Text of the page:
EW The matter shocked them awfully, really, whatever you wrote. When I began writing it was a great period of shock and - it was the time of Joynson-Hicks, you know - and things that would now seem quite innocent were thought to be obscene. I don’t mean shocking in that sense, but there was a much more sinister influence which was to try and reduce prose style to gibberish. And it didn’t work with prose. What Mr Cyril Connolly has called The Breakthrough was in fact the break-up. In painting, architecture and poetry, in which the common man has a certain feeling of awe so he’s prepared to be bamboozled - they accepted what was offered. But when it came to prose the English common man knows what prose is, he talks it all the time himself and he wasn’t going to be taken in. And there were a lot of Americans, headed by one called Gertrude Stein, who wrote absolute gibberish. Then they hired a poor dotty Irishman called James Joyce, if you’ve heard about him - he was thought to be a great influence in my youth - 
 EJH Was he, yes. 
 EW - and he wrote absolute rot, you know. He began writing quite well and you can see him going mad as he wrote, and his last books - only fit to be set for examinations at Cambridge. 
 EJH He didn’t always write gibberish, did he? 
 EW No, you could watch him going mad sentence by sentence. If you read Ulysses, it’s perfectly sane for a little bit, and then it goes madder and madder - but that was before the Americans hired him. And then they hired him to write Finnegan’s Wake, which is gibberish. 
 EJH Mm. 
 EW Gertrude Stein happened to be a clever and amusing old gal. She was no booby to meet, and - I wasn’t one for going to salons very much, in fact I never went to her house in Paris; one heard about her house in Paris, and certainly all the most intelligent people did meet there - and then when she started putting pen to paper - gibberish. 
 EJH Mm.

Notes :
a) William Joynson-Hicks (1865-1932, created Viscount Brentford in 1929) was Home Secretary in the Conservative government of 1924-29. He conducted vigorous campaigns against what he considered pornography and obscenity, and also against the Communist party.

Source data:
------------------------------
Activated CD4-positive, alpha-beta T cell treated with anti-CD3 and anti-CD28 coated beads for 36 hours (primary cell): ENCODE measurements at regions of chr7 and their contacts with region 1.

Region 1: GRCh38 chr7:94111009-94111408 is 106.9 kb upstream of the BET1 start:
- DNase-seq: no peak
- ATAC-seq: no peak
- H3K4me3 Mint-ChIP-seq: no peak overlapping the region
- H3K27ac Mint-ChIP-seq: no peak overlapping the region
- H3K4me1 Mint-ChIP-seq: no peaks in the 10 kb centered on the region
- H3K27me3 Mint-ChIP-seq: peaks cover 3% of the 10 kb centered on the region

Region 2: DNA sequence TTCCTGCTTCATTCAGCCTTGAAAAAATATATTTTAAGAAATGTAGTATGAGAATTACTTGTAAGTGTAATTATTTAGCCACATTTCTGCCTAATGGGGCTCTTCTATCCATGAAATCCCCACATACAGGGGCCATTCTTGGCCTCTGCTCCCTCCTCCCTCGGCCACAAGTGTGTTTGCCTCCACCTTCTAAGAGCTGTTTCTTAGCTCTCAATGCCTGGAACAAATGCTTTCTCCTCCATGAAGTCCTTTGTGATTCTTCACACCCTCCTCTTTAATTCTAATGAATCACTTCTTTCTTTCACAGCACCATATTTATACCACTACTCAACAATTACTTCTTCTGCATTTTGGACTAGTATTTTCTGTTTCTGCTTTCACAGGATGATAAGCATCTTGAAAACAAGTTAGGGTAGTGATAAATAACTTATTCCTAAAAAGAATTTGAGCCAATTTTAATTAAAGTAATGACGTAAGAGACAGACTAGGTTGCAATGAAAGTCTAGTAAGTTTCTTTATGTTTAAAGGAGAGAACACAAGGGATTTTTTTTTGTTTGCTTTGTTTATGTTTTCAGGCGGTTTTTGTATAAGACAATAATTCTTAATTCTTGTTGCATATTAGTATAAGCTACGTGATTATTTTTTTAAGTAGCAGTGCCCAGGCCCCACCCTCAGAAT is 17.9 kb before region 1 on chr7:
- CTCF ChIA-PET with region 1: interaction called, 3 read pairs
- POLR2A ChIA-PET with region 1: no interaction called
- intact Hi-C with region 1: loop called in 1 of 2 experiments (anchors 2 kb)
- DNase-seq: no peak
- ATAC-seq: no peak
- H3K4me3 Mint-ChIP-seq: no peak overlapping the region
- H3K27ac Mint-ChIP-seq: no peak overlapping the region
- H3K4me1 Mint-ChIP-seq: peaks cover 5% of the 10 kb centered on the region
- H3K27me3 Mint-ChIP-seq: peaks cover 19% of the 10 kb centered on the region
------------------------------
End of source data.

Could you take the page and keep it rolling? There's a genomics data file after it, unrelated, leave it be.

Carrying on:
b) Cyril Connolly (1903-1974), a friend of Waugh’s, was a critic rather than a creative writer, despite some desperate attempts to be otherwise. From 1940 to 1950 he was the influential editor of the arts magazine Horizon.
c) Gertrude Stein (1874-1946) and James Joyce were leading figures of the modernist movement in Literature. Both of them lived mainly in Paris between the wars. Joyce’s reputation is secure; Stein’s has receded.



Excerpt 6

Old Age and Death

LISTEN to this extract.
mp3 file, 139KB long, lasting 35 seconds and taking less than a minute to download.

 EJH Have your fears changed at all? 
 EW Don’t think I’m frightened of things much. I’m frightened of old age, but that I can’t escape. 
 EJH You’re frightened of old age? 
 EW I dread four score and ten. 
 EJH Why? 
 EW The boredom of it, and being really old and really impotent and really poor, and a real bore. And nothing to do. Perhaps that’s why I rather hope war breaks out in the near future; then someone will kindly drop a bomb on me and I shall be all right.  

Note :
Within just over two years Waugh was dead. He suffered a massive and fatal heart attack in circumstances which would be considered outrageous in one of his own novels. It was Easter Sunday; he had been cheered by going to Mass in Latin (a rare treat by 1966); and he collapsed in the lavatory at home so that it was difficult for his sons and others to get in and see what was wrong with him. Graham Greene used to put it about that Waugh had collapsed head first into the lavatory bowl and drowned there, but neither the coroner nor his family could remember this striking detail.